Associate Professor Thor Besier and Professor BJ Fregly started working together in the US in 2006, while they were collecting data for what was to become the ‘Grand Knee Challenge’. A competition which encouraged researchers around the world to validate their computational models of the musculoskeletal system to ensure that estimates of muscle and joint contact forces were accurate.
A decade later, the collaboration continues to strengthen despite BJ and Thor being located at the opposite ends of the world – with BJ now at Rice University in Houston and Thor at the Auckland Bioengineering Institute in New Zealand.
One of the factors that brings them together is their complementary expertise around computational modelling, which is not limited by geographical location, says Thor. “Now there is a direct flight from Houston to Auckland – that will make life easier too!” he adds.
“BJ and his team have also always valued my input and contribution from day one, and this made me feel like I was a part of the team. This hasn’t changed since and it has been a great collaboration.”
BJ and Thor are currently working together on a project to quantify the gait patterns of patients while they are at home to develop more effective personalised rehabilitation programmes. This work involves patients with conditions such as stroke, Parkinson’s Disease and osteoarthritis. Traditional approaches for assessing a patient’s walking ability and customising their rehabilitation programme require them to make repeated visits to the clinic. This is expensive and time-consuming for patients, clinicians and the healthcare system. In addition, most patient rehabilitation occurs in their daily environment, and not in the clinical setting.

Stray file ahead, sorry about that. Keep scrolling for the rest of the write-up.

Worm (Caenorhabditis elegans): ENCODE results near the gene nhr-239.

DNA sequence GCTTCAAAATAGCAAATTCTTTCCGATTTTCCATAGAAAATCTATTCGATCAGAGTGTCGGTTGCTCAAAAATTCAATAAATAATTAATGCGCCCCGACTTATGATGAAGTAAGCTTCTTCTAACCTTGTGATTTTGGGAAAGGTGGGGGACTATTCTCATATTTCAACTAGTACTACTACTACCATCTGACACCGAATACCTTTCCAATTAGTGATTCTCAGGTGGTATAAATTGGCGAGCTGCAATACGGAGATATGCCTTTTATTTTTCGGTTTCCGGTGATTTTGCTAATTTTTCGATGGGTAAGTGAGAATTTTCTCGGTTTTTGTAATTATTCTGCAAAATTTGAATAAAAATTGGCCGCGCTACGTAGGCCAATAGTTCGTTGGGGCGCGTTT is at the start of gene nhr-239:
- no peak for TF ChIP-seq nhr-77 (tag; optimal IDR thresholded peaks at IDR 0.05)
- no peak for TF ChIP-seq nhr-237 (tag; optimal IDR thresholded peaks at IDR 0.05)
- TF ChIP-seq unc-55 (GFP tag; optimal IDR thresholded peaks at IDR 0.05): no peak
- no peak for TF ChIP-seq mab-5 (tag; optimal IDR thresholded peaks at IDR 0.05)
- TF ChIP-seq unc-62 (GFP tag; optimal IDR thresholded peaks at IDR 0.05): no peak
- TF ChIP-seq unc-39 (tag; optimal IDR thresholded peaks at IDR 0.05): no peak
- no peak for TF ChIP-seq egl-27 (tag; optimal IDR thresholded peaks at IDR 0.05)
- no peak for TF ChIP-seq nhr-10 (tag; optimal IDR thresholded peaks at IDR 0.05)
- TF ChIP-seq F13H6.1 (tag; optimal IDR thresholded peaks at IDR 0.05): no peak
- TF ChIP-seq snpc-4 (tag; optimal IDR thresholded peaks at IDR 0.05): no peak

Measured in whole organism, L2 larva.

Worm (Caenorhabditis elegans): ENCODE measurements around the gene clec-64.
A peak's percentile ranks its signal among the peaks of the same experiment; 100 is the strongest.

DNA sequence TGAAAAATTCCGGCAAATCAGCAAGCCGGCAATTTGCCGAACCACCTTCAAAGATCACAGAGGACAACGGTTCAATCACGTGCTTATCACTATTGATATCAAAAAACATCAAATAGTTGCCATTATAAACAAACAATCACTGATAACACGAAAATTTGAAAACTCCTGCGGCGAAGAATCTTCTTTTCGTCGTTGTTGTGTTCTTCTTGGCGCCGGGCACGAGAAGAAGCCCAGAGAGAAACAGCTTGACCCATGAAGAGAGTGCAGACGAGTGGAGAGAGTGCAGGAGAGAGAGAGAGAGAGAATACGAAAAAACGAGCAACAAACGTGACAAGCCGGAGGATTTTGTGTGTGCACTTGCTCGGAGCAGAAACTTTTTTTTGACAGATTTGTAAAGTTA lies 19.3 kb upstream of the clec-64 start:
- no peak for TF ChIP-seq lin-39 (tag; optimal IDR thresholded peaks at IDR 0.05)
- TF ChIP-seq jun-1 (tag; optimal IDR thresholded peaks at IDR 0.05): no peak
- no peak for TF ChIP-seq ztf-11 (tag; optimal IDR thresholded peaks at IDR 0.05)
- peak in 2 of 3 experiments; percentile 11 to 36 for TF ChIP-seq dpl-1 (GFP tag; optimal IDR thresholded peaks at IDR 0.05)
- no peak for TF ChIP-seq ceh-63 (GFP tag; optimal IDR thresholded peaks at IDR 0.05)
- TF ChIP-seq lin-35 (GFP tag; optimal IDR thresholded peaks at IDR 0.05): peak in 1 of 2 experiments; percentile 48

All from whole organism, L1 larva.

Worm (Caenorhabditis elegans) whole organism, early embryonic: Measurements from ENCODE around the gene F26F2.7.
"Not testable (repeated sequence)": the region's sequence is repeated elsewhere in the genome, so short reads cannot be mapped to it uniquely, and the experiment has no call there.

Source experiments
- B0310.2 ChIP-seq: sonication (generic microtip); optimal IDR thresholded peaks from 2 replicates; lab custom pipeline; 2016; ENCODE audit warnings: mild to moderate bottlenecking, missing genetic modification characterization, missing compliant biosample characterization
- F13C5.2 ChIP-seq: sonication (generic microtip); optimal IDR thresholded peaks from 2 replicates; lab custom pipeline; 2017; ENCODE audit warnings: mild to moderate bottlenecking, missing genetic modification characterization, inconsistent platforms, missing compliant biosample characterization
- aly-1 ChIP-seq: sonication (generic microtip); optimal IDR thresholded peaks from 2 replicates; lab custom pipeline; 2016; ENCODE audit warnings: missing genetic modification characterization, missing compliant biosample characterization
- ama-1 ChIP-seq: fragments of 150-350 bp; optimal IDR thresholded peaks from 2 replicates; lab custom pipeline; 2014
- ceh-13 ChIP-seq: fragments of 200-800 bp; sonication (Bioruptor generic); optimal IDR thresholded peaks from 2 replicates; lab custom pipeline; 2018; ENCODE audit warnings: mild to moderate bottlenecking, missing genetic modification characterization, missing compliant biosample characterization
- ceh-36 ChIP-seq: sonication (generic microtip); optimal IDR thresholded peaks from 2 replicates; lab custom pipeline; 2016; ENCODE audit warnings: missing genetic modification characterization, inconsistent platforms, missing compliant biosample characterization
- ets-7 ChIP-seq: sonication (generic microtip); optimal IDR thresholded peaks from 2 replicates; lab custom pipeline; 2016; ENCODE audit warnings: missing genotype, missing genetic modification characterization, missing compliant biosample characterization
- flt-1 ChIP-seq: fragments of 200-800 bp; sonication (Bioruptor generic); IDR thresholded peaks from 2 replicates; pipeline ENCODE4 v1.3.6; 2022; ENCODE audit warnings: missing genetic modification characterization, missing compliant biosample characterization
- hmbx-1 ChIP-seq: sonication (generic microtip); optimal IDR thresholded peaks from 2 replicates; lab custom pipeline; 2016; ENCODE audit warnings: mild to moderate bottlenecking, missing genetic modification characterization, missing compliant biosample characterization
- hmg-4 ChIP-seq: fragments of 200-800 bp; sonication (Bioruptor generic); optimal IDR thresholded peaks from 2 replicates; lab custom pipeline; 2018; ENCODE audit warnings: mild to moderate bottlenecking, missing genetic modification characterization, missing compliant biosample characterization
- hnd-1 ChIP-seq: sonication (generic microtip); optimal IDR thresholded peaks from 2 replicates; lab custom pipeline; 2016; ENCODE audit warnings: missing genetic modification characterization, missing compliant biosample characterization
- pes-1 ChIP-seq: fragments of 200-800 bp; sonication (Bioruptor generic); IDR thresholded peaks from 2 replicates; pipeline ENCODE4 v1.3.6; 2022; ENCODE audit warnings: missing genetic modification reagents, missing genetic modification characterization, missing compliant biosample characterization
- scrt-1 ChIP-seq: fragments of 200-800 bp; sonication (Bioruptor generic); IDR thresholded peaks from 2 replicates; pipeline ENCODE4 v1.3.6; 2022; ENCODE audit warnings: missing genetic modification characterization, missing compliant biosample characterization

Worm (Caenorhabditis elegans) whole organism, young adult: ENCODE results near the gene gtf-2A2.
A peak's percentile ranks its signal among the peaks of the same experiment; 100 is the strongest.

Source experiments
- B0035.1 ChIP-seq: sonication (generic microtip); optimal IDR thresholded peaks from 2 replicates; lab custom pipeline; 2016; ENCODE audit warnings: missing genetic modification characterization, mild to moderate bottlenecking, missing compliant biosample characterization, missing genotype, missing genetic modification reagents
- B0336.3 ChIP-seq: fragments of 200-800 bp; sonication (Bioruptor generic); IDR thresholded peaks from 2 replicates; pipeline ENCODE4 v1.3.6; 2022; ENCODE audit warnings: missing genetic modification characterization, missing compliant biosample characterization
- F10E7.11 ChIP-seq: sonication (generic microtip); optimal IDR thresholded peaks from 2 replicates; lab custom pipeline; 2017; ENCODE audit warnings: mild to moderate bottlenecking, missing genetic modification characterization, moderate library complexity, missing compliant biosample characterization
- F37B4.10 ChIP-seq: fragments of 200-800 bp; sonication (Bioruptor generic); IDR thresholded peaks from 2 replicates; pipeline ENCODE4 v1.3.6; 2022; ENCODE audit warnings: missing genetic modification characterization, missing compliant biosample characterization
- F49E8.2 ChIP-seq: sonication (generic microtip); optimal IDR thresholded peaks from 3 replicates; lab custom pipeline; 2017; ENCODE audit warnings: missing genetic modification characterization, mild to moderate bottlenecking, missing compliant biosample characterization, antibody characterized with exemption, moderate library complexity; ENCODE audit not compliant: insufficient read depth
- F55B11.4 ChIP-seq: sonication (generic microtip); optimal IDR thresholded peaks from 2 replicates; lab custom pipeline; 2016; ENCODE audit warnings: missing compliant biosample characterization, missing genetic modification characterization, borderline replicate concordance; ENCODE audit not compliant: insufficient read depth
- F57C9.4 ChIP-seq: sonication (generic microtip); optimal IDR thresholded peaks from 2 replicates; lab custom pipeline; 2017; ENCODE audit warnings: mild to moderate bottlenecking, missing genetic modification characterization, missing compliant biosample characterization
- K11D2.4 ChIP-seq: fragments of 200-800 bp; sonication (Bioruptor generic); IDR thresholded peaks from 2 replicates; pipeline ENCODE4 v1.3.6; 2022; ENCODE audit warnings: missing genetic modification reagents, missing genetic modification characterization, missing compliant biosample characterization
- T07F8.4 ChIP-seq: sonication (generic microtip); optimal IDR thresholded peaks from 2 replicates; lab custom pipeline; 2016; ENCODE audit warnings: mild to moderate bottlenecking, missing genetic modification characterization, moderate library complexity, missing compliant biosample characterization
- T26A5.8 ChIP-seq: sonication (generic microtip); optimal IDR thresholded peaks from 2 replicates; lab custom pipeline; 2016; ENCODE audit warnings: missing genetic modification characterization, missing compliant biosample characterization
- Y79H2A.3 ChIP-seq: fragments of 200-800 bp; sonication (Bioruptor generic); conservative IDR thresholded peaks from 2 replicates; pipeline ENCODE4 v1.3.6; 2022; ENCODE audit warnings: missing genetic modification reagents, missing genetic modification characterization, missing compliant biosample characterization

The system that BJ and Thor are developing will involve patients wearing small and lightweight inertial measurement units, which will quantify their movement as patients go about their daily routines. This data, which can be logged by a family member or caregiver using a tablet device, will be sent to a clinician. The clinician will be able to view and provide feedback to the patient in real-time about how they can alter their gait in order to optimise their rehab. The US-NZ duo were recently awarded a USD$350,000 grant by the National Science Foundation in the US for proof of concept studies.
This project is one of the foundation pieces of work underpinning the development of an academic portal between NZ and Houston. Rice University is located at the Texas Medical Centre in Houston, one of the largest medical complex in the world. Earlier this year, the MedTech CoRE and Callaghan Innovation led a fact-finding mission to the Texas Medical Centre to investigate opportunities for collaboration on medical research and product development, and pave the way for New Zealand medtech companies to scale up and bring their innovation to international markets. One of the outcomes of the mission was to formalise relationships with various stakeholders to support this vision.
By Kanmani Nbalasubramaniam